No Job at All! Trading Screwed Labor Dept report.

Discussion in 'Economics' started by NoMoreOptions, Oct 9, 2003.

  1. The true is that there is no job out there at tall. Job loss number continue to be on the plus side. JOb claim fells only because extensions run out. People stay at home without no incoming money whatsoever.

    nO joB aT ALL! "They" are at it again.

    Trade it, but do not belive it.

    P.S. please move this thread to trading forume after the announcing period fades.
  2. acrary


    While there may not be more burger flipping jobs, at least we seem to be in the right field. I remember the days when a currency trader was happy to make 160k. Did anyone see the Greenwich Associates compensation blurb on the bottom of page 49 of the 11/2003 Active Trader? Average traders total comp. at a hedge fund 455k. Average portfolio managers total comp. 850k.
    Just a little better than the minimum wage jobs.:D :D :D
  3. CalTrader

    CalTrader Guest

    ...Actually what we are seeing is a very modest pickup in hiring - at least in the west. This is usually a sign that things elsewhere are also picking up. In the last few recessions the west has lagged the nation in employment and when we see a pickup here it usually means that the pickup already has begun in other regions. Another of my rule of thumb indicators is the traffic I encounter on business trips to the Silicon Valley region. In this area the roads are more conjested and there are more business travelers at the San Jose Airport. I have also noticed this in places like Seattle and Portland. In our own companies business has picked up very modestly as well.

    Essentailly there appears to be a small component of business spending and rehiring: this is a different situation than earlier this year in the first and early second quarters ....
  4. omcate


    We should be grateful for all the new technologies, cheap online brokers, etc. to make trading more comfortable. Ten years ago, the commissions of the full-service brokers, bid-ask spreads, etc. were simply too big. The barriers to entry used to be much higher.

    :p :p :p
    :D :D :D
  5. nkhoi

    nkhoi Moderator

    amen to that
  6. Mecro


    Well maybe in the west, but in the east, things are only getting worth. A piece of shit entry level computer job is getting 100s of applicants with 10+ years of experience.

    I wouldnt be too fooled by a few companies actually doing a little hiring. A lot more firing going on.
  7. ramora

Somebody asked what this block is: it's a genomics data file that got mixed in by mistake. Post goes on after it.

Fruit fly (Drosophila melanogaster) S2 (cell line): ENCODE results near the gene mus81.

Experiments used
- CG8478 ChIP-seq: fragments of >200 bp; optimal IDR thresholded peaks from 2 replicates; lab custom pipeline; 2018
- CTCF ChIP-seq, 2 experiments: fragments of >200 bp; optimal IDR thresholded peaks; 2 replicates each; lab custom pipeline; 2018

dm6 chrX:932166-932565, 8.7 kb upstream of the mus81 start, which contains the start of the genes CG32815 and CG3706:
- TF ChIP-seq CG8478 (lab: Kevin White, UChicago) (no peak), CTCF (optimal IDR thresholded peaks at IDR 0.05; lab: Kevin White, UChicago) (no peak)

A good article in Wired magazine today.,1367,60854,00.html?tw=wn_tophead_6

    "Not So Quiet on Tech Job Front "

    AN FRANCISCO -- Tech job postings on two popular online employment sites have increased sharply, a sign that the long moribund job market may finally be turning around.

    Craigslist tech job postings in the San Francisco Bay Area have doubled from a year ago and are up 50 percent from six months ago, said CEO Jim Buckmaster. Activity has particularly picked up in the past four weeks, he said.

    A similar picture has emerged at, one of the Web's biggest job sites. Overall listings are up 19 percent in the past six months, said founder Jeff Taylor. The increases are centered in such tech job categories as software development (39 percent), call center jobs (36 percent) and engineering (21 percent).

    Noting that activity in the San Francisco area often presages shifts in the broader tech marketplace, Taylor said, "I've spoken to a couple of people in San Francisco in the past 48 or 72 hours, and San Francisco is popping right now. We're being anecdotal here, but in the past four or five weeks, San Francisco has come back to life."

  8. Ramora, that's a wonderful encouraging news, isn't it? I think I finally will manage to get what I want in this newest development, the Eruption of hiring tides.

    Thank you. Good luck to you and me.

  9. i'll take some of that, thanks. wow.
  10. omcate


    There will be little job recovery in the high tech or IT area. Not only companies pay less for outsourcing, they may get better quality on average. For example, if you pay a programmer US$20 per hour in the States, he/she will keep on complaining, and look for a better job continuously. In India or China, if a programmer get this type of salary, he/she will be very happy coding by day and by night. Call center workers is another example:

    For one thing, such workers are better educated than their U.S. counterparts. According to Elio Evangelista, a senior analyst at independent research firm Cutting Edge Information, virtually all Indian call-center workers have college degrees. By contrast, many of their American counterparts are high school grads. More education can be helpful as consumers increasingly need complex technical or financial information.

    More important, call center work is considered a lucrative, successful job in India, not a dead end. That often translates into a more helpful, friendly phone manner. Patrick Hanlin, CEO of LiveBridge Inc., a Portland [Ore.] company that handles customer service for major corporations worldwide, says he gets 80 applications for each position in India and about four in the U.S. Moreover, only a fraction of his Indian employees leave each year; annual turnover at U.S. centers is six times higher. That means Hanlin's training dollars go further because his employees stick around longer to apply their customer service skills.

    Consumers care about how well their call is handled, not whether it's answered in Little Rock or New Delhi. Clearly, the benefits of globalization can extend well past the bottom line.
    #10     Oct 21, 2003